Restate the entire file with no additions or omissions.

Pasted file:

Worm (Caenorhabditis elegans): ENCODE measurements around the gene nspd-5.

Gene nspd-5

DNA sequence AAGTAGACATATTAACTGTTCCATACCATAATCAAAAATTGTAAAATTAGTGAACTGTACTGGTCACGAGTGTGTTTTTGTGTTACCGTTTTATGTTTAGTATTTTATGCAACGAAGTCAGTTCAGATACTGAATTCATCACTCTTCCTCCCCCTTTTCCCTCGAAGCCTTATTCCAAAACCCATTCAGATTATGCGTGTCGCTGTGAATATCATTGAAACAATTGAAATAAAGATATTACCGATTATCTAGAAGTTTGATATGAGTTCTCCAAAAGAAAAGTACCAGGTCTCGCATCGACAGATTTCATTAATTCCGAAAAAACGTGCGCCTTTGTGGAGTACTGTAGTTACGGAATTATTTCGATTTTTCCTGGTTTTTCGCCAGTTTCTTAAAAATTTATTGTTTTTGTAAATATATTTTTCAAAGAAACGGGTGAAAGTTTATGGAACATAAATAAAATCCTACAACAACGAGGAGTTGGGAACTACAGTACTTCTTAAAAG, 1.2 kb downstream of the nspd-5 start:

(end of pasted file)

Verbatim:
Worm (Caenorhabditis elegans): ENCODE measurements around the gene nspd-5.

Gene nspd-5

DNA sequence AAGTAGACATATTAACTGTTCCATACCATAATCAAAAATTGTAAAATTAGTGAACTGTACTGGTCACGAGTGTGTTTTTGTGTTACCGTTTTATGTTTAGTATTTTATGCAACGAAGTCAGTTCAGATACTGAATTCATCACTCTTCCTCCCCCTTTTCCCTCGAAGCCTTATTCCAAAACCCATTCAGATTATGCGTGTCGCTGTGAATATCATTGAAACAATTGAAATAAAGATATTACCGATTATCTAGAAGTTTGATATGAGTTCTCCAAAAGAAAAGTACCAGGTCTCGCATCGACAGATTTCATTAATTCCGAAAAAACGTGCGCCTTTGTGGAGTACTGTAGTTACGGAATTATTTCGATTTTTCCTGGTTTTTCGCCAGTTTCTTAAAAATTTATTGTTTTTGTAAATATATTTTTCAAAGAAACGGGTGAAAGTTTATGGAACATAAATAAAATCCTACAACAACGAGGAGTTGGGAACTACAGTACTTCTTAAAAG, 1.2 kb downstream of the nspd-5 start: